Fish and Wildlife Service, Ohio.
The Ottawa National Wildlife Refuge was established in 1961 to preserve habitat for migrating birds. Staff at the refuge also manage Cedar Point and West Sister Island refuges. The three refuges together now protect approximately 9,000 acres of habitat and some of the last remnants of the "Great Black Swamp" in the heart of the Lake Erie marshes. The Lake Erie Marsh Region has historically been important to fish, migratory waterfowl, songbirds, and shorebirds. Up to 70 percent of the Mississippi Flyway population of black ducks can be found in the Lake Erie marshes during the fall migration. Large numbers of migrating songbirds stop in the area to rest during their spring migration. This amazing wildlife spectacle attracts a large number of visitors from across the country. Ottawa Refuge has been designated as a site of regional significance in the Western Hemisphere Shorebird Reserve Network. In 2002, "Birders World" readers voted the refuge as one of their Top 15 favorite spots to see birds, and the American Bird Conservancy has identified the refuge as an Important Bird Area.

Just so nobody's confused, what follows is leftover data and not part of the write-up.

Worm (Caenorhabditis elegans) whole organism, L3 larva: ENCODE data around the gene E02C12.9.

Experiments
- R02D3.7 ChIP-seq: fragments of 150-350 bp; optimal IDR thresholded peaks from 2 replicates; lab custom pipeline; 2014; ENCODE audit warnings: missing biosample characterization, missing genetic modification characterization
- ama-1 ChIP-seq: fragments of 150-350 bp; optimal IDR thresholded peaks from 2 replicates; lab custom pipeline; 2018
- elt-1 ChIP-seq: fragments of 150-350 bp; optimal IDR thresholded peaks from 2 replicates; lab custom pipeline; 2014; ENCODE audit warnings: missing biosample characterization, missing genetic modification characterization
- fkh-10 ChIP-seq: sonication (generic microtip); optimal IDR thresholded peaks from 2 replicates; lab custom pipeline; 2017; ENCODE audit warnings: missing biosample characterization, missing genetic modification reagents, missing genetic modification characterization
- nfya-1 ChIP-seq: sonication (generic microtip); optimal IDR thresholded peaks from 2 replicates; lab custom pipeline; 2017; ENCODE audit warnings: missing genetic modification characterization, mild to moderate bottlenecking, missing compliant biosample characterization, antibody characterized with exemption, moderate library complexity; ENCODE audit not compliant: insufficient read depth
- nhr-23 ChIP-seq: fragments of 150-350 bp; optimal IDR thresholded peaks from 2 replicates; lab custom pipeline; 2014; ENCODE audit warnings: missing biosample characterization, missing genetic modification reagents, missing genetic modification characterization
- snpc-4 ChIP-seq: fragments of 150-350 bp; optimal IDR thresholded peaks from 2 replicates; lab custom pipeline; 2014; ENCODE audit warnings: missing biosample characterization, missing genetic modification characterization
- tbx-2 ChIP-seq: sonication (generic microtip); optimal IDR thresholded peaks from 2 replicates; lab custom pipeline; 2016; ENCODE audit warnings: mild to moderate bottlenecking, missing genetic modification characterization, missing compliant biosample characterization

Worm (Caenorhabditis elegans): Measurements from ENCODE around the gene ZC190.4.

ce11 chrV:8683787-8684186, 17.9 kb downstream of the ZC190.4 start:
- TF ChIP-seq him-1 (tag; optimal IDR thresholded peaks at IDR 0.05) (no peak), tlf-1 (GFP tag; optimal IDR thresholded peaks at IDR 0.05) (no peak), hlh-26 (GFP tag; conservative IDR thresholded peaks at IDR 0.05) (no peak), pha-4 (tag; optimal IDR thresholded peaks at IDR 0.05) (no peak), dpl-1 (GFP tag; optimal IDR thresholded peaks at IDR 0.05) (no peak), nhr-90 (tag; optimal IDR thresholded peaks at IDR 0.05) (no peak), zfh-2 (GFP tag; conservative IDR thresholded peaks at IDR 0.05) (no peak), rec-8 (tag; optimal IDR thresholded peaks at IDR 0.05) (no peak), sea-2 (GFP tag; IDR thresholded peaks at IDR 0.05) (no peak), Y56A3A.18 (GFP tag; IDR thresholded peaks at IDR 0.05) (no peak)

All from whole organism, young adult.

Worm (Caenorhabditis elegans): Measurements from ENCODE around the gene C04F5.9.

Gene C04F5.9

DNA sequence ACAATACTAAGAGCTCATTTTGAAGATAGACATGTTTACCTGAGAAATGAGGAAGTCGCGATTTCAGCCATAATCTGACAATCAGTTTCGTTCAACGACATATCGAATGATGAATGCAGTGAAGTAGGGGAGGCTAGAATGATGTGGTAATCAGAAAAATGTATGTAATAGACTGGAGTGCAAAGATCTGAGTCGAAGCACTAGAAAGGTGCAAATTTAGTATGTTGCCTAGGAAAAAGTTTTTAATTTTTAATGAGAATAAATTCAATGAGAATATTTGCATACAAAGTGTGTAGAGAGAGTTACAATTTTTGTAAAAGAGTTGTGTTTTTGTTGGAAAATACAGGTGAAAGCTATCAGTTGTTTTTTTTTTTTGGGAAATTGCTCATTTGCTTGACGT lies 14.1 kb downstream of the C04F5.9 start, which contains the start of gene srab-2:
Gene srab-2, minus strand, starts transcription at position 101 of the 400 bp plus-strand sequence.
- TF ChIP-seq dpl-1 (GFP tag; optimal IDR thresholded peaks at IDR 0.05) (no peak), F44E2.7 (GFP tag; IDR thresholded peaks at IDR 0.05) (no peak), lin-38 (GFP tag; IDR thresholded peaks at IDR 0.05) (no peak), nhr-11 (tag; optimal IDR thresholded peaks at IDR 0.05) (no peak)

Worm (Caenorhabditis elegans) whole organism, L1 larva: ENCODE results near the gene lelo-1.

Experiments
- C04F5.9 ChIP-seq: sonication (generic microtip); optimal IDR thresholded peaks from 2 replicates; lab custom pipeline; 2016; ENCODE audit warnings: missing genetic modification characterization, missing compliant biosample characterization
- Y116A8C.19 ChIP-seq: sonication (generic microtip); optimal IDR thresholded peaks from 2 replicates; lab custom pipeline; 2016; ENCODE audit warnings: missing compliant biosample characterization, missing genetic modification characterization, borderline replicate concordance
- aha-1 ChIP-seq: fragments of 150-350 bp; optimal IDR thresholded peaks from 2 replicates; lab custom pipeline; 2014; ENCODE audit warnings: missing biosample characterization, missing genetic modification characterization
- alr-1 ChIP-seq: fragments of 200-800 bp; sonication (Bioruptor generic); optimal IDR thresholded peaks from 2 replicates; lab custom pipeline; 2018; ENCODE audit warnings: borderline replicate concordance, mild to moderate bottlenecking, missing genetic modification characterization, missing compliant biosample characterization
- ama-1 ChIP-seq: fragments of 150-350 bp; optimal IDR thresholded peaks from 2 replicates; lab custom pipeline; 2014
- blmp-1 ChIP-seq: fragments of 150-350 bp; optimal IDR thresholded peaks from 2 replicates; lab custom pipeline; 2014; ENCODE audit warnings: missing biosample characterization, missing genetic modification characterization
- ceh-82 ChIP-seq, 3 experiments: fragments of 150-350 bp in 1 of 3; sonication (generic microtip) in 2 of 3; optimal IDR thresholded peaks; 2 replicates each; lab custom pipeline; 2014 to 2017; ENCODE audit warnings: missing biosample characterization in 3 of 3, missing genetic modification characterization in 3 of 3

The refuge entrance is located 15 miles east of Toledo/Oregon and 16 miles west of Port Clinton on State Route 2. From I80/90 westbound, take exit 91; follow State Route 19 north to State Route 2; follow State Route 2 west 3 miles to the entrance road on the right. From I80/90 eastbound, take exit 81; follow State Route 105 east to State Route 590; follow State Route 590 north to State Route 2; follow State Route 2 east 2 miles to the entrance road on the left. The half-mile entrance road is located on the north side of State Route 2.